Freud's Sister

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Product Details
Penguin Publishing Group
Publish Date
5.23 X 7.84 X 1.13 inches | 0.54 pounds
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About the Author
Goce Smilevski was born in 1975 in Skopje, Macedonia. He was educated at Charles University in Prague, Central European University in Budapest, and Ss. Cyril and Methodius University in Skopje, where he works at the Institute for Literature. He has won numerous prizes for his writing, in Macedonia and abroad; Freud's Sister won the European Union Prize for Literature and is being published in more than twenty-five languages. Reviewing his work in The Forward, Joshua Cohen wrote, "A young heir to Günter Grass and José Saramago, Goce Smilevski might be the newest of a rare thing--a living European novelist with a message for the future of his continent."
"Stunning . . . Bold and unexpected . . . It dares to provide a kind of shadow biography of Freud that is highly critical of the 'great man.' . . . Sure to be provocative." --Joyce Carol Oates, The New York Review of Books

"A pleasure to read. There is great depth in this novel, and its poetic prose shines through even in this English translation." --Associated Press

"Freud's Sister is that rare artistic achievement that is more than the sum of its parts--informative but also wise, insightful and deeply moving. . . . Like Tolstoy, Smilevski chooses to use simple words, but to connect them eloquently so that they build to create powerful and complex images, ideas and feelings. . . . [A] heart-breaking book." --The Jewish Daily Forward

"Startling and daring . . . A book that is ultimately less a Holocaust novel than a celebration of the subtlety and complexity of what comprises every human life . . . [Adolfina] is gifted with acute perception, deep insight and a grand eloquence, all of which is on rich display through this remarkable book." --The Jewish Journal

"A beautiful, sensitive . . . literary investigation into what it must be like to live one's life in the shadow of a genius." --Maclean's

"One of the most interesting literary events of the year . . . Important . . . easy to read, interesting and profound . . . [Smilevski] is an excellent writer." --Dubravka Ugresic, Liberation (France)

"A deep, intelligent, boldly imaginative work, Freud's Sister demonstrates how fiction can raise certain essential questions that history cannot or does not dare to raise." --Alberto Manguel, El País (Spain)

"I've been deeply moved. . . . It's very difficult to forget and is very likely to be as controversial as it is acclaimed." --Joyce Carol Oates, Elle (Spain)

"Smilevski takes his place alongside Freud in the pantheon of philosophical writers whose mind and heart probe as one." --The Daily Beast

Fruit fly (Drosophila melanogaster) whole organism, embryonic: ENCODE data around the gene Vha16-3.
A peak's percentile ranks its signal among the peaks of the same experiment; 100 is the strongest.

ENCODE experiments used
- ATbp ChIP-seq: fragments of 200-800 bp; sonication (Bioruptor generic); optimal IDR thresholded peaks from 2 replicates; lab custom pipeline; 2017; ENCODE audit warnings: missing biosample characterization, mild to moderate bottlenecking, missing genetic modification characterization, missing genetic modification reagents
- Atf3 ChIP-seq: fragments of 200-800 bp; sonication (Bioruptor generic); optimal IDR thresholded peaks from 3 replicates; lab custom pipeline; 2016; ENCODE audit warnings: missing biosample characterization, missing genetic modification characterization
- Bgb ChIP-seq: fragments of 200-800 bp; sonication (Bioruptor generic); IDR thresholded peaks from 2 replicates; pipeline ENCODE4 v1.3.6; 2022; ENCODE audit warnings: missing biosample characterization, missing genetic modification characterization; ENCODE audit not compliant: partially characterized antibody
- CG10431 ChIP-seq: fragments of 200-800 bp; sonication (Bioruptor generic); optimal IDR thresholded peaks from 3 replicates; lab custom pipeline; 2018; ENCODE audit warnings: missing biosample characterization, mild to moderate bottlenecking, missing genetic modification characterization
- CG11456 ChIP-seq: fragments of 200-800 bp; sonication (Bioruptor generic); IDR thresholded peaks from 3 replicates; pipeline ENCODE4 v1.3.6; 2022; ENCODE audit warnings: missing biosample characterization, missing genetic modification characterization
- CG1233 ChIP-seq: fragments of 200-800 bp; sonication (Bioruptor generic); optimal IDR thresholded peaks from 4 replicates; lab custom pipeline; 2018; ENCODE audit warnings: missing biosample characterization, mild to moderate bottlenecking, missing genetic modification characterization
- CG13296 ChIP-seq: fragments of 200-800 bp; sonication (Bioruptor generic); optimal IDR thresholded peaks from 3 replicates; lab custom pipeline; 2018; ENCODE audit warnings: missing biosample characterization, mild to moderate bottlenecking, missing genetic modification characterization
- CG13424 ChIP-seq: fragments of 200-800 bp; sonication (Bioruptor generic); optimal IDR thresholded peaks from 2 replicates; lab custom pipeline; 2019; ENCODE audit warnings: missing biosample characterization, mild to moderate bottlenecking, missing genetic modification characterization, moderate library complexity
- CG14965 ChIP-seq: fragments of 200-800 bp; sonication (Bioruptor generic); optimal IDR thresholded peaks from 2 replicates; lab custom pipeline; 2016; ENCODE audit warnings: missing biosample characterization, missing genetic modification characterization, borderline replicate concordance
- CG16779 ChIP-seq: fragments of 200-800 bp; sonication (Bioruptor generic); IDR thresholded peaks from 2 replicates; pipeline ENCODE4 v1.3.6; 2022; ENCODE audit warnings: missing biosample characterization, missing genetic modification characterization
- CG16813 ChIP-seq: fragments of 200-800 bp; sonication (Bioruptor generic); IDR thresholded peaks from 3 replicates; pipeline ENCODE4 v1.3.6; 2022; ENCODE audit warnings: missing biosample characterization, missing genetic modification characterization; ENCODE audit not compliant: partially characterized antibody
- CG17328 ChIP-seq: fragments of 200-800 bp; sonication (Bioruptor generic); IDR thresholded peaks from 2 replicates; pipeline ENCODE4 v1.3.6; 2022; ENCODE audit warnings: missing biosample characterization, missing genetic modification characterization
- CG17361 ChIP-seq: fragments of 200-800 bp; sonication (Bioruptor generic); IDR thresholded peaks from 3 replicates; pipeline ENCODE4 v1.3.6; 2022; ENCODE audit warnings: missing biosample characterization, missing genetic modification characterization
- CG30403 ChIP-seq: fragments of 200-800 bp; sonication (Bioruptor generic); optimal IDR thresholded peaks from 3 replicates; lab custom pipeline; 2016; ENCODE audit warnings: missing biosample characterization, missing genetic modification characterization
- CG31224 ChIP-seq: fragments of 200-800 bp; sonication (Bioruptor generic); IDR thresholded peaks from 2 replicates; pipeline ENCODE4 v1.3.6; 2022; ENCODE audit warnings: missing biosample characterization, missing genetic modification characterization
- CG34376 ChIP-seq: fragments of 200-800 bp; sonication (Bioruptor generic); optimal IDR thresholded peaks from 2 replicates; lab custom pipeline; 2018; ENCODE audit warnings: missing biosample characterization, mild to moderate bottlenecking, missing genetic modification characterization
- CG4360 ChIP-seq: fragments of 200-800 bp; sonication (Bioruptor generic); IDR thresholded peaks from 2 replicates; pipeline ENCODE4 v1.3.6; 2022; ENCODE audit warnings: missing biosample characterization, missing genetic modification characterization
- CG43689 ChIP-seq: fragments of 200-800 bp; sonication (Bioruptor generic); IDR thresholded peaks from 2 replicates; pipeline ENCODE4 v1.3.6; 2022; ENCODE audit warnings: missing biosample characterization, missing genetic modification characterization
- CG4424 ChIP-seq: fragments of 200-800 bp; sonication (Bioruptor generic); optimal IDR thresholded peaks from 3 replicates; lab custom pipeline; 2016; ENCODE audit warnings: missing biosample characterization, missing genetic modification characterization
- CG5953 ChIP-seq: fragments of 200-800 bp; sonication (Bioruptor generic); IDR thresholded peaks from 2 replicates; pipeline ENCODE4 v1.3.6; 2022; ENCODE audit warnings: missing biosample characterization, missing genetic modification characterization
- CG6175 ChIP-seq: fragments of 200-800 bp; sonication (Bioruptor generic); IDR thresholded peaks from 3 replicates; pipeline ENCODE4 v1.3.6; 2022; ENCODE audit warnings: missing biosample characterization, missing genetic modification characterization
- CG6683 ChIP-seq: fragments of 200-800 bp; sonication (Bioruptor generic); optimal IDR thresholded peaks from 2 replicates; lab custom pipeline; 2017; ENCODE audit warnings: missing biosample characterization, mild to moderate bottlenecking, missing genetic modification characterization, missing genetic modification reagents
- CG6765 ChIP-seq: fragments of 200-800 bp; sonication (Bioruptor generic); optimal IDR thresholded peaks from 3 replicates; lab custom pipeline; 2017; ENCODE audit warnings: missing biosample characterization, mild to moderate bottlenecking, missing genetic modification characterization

"A brooding, sepulchral book [that] effectively contrasts the roots of [Adolfina Freud's and Klara Klimt's] suffering with Freud's more notorious theories." --The Wall Street Journal

"Hauntingly beautiful . . . Achingly elegant . . . This is a novel that deserves to belong to world literature." --Judges' citation, Modern Language Association's Lois Roth Award (honorable mention)

"This gem of a book . . . is deeply moving. . . . A provocative discourse on sanity and perception . . . Unforgettable." --Publishers Weekly

"Superb . . . Provocative and poignant . . . A sensitive portrayal and a well-crafted novel [that] offers keen insight into the Freud family dynamics." --Kirkus Reviews

"Rich, varied, and complex . . . A novel of high intellect, enthusiastically recommended . . . The author brings Freud to life in his penetrating depiction of family relationships set against the backdrop of social and historical changes sweeping Europe at the time." --Library Journal

"Memorable . . . Provocative . . . An unflinching gaze at love, death, sex, hatred, depression, and madness." --Booklist

"A vivid, bracing work of fiction--one of those rare novels that does more than simply bring history to life. It gives life to facts, and shimmers with a kind of actual reality that seems truer than life itself." --Jay Parini, author of The Last Station and The Passages of H.M.

"Beautifully moving, rich in ideas and emotion, and full of insights about family, madness, and the role of women in fin-de-siècle Europe. Smilevski writes like a shaman wrestling the truth from a demon, and the message he delivers is transformational, relentless, and heartbreaking." --Dale Peck

"Ingenious, innovative, and insightful in narrating one against the other the intertwined biographies of Freud and his sister Adolfina, and of their contemporaries Gustav Klimt and his sister Klara, and in thereby illuminating the historical relationship between creation and unthinkable destruction, as well as between male and female destinies. A thought-provoking, vitally engaging reading experience for anyone who cares about the meaning of our world." --Shoshana Felman, author of Writing and Madness, Testimony, and The Juridical Unconscious

"A brilliantly written portrait of a woman cursed by her family, her culture, her country, and of her attempts to transcend the burden of history." --Louise Murphy, author of The True Story of Hansel and Gretel

"An excellent novel . . . I cannot remember any book bringing me as much pleasure as [this one]." --Vesna Mojsova-Cepisevska (Macedonia)

"Wise and moving." --Knack (Belgium)

"Smilevski has a distinctive style [and] gives a beautiful glimpse into both inner life and the world of ideas." --Boek (The Netherlands)

"Strong, multi-layered, obsessive [like] José Saramago." --La Repubblica (Italy)

"Powerful . . . a discovery." --RaiNews (Italy), No. 1 Book of the Year